Apr 17, 2017 07:55 AM EDT
Newer technologies, speedy communication, and imagination - these are the things that help everyday people discover what scientists sometimes can't. It is surprising what a small amount of curiosity and passion can bring.
Citizen science is a research which has been conducted by the public whose primary goal is to not only gather data and evidence but to come to a conclusive statement about any aspect of science. This branch of research, which is a fairly new concept has started to revolutionize at the time when connectivity began to influence everyday life strongly.
A few notable contributions of the public, or citizen science, to scientific discovery, include astronomy and archaeology. A report from Phys Org has explained that an amateur astronomer has discovered not only an exoplanet but an exoplanet system earlier this month.
This new discovery has encouraged viewers and other amateur scientists all over the world to try to look for more information and more signs of bodies in space. What is most interesting about this is that the discovery needed no professional support, no billion-dollar equipment, and no funding - just pure curiosity.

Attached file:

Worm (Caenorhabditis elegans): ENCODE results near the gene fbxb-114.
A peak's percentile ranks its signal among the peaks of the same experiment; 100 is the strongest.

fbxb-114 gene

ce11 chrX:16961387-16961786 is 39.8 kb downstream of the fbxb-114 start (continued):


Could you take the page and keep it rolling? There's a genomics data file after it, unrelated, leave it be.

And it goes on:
In 2015, at the time when Google Earth just started to make a dent in the world of netizens, an article from Discover Magazine discussed how the app has started a revolution in Archaeology. An amateur archaeologist, or citizen scientist, came about a Google Earth image of a field indicative of medieval-era plowing. By trying out to detect metal within the area, he has discovered one of the largest hoards of 11th-century coins in history. Its total value amounts to roughly $1.5 million.
Citizen science and technology has changed how much the public can contribute to scientific and historical discovery. With all the information available on the internet, a simple man from his home can learn a variety of things experts may have taken years to study - depending on one's resourcefulness.
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